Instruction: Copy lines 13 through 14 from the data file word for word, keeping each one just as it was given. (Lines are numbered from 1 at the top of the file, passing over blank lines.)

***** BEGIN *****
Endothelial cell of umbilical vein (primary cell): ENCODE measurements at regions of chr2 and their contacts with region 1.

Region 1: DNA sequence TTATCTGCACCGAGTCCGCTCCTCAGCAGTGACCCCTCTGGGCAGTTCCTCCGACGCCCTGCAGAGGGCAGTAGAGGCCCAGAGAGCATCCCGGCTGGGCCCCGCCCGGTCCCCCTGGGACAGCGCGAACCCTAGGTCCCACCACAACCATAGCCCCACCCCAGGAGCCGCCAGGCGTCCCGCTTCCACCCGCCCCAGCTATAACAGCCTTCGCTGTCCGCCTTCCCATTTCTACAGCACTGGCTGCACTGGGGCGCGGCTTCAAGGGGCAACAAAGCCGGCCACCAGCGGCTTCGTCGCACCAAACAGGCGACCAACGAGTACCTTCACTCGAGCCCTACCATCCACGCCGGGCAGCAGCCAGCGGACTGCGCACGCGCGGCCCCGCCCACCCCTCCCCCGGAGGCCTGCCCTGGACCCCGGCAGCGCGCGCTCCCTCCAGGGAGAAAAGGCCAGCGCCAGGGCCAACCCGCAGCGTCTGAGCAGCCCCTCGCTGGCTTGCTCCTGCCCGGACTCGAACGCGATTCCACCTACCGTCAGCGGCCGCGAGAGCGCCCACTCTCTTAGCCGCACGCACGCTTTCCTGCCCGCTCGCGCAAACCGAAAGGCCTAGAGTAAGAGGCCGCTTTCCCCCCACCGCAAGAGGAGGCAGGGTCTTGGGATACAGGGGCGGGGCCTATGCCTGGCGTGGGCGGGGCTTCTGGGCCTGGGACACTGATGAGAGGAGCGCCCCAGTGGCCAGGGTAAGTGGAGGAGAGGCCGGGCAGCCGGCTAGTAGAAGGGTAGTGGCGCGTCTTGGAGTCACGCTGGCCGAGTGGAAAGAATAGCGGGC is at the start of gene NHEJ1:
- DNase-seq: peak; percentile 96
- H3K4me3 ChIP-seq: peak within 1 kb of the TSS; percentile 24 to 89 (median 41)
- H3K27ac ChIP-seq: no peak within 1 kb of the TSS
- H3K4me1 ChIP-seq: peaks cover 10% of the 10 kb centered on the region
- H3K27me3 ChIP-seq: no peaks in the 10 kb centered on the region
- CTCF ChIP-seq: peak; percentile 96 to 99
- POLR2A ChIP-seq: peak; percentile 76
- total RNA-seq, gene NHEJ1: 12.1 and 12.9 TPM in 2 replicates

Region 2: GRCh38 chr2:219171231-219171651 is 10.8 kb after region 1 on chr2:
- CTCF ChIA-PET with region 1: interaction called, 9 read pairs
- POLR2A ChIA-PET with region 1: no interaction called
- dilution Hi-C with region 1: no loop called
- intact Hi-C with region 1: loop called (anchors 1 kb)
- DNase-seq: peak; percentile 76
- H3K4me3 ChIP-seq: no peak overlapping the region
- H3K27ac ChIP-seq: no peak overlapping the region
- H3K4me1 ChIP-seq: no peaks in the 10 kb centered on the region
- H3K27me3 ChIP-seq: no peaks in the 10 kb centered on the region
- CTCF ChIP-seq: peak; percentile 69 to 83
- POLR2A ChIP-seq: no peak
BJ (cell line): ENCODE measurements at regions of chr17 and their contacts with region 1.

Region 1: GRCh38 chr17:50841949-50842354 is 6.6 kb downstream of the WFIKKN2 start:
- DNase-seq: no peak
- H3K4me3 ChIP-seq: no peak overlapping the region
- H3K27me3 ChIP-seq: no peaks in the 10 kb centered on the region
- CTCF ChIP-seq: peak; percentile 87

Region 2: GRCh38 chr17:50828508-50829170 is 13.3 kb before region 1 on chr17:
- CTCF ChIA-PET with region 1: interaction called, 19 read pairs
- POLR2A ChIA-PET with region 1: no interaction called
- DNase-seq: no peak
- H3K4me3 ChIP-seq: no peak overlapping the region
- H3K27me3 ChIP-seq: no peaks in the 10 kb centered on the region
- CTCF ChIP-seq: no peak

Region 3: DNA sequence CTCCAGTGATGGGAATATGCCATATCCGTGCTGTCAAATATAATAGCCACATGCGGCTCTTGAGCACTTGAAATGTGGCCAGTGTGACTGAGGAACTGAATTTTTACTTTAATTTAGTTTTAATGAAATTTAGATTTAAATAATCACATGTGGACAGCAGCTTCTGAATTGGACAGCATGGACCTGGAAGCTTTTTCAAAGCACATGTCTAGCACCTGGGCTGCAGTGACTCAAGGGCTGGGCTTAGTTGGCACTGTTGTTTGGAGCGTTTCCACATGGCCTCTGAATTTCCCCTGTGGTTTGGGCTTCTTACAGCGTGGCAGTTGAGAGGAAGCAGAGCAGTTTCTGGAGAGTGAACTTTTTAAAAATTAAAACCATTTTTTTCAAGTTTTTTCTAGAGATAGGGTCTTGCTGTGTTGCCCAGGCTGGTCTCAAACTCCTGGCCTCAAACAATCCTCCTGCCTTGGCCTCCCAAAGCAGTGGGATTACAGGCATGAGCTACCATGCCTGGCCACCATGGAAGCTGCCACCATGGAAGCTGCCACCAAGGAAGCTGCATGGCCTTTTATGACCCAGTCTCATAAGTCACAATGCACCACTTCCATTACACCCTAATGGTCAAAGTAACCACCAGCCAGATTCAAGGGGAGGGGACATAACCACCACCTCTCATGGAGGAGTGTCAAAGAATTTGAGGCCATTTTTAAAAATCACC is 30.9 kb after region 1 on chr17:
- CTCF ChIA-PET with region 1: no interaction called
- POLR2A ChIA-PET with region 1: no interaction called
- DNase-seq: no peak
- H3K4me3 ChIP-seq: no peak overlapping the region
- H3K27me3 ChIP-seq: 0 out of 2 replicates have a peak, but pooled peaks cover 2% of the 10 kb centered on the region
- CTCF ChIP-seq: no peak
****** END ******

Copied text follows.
- POLR2A ChIA-PET with region 1: no interaction called
- dilution Hi-C with region 1: no loop called